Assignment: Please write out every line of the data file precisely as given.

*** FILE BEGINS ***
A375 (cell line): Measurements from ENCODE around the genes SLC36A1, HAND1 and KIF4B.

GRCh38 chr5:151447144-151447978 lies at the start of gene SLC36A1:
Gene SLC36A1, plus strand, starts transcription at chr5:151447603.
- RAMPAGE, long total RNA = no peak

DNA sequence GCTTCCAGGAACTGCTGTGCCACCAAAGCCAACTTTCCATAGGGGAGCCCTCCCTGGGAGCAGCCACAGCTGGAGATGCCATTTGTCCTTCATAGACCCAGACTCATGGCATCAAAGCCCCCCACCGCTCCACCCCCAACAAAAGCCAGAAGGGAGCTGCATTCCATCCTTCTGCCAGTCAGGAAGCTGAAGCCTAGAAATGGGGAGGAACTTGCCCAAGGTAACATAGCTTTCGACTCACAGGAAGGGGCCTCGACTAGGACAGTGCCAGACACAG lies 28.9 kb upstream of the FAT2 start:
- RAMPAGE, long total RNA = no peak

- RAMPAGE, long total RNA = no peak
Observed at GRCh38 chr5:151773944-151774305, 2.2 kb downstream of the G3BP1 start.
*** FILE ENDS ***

A375 (cell line): Measurements from ENCODE around the genes SLC36A1, HAND1 and KIF4B.

GRCh38 chr5:151447144-151447978 lies at the start of gene SLC36A1:
Gene SLC36A1, plus strand, starts transcription at chr5:151447603.
- RAMPAGE, long total RNA = no peak

DNA sequence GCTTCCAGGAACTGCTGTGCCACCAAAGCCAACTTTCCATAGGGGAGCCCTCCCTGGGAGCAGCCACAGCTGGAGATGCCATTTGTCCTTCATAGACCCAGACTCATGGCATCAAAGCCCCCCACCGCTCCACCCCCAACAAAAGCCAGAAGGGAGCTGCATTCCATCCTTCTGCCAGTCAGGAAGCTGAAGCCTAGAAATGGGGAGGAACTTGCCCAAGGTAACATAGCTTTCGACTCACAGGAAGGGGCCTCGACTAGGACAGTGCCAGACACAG lies 28.9 kb upstream of the FAT2 start:
- RAMPAGE, long total RNA = no peak

- RAMPAGE, long total RNA = no peak
Observed at GRCh38 chr5:151773944-151774305, 2.2 kb downstream of the G3BP1 start.